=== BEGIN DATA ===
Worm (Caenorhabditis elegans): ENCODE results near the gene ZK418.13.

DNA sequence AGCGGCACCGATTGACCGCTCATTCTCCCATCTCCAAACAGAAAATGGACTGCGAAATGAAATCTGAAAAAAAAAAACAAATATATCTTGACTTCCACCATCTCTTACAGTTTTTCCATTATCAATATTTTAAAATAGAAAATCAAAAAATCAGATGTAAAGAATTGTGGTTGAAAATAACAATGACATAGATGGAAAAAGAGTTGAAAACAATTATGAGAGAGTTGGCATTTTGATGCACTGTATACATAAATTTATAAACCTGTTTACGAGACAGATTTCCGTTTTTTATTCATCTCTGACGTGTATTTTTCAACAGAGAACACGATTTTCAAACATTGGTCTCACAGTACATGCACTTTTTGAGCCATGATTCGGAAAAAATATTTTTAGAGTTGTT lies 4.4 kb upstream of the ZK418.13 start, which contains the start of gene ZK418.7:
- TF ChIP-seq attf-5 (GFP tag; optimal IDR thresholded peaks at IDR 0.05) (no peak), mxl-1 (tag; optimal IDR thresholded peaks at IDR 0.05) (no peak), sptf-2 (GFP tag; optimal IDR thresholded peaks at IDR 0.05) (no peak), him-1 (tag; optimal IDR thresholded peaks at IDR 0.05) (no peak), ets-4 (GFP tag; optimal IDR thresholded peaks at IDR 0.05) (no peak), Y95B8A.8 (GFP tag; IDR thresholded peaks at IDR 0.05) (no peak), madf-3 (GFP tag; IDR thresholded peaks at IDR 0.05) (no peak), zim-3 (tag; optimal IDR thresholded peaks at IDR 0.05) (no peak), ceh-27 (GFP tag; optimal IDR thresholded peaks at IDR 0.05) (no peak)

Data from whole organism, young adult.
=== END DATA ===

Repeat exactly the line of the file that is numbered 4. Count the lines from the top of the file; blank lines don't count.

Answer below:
Data from whole organism, young adult.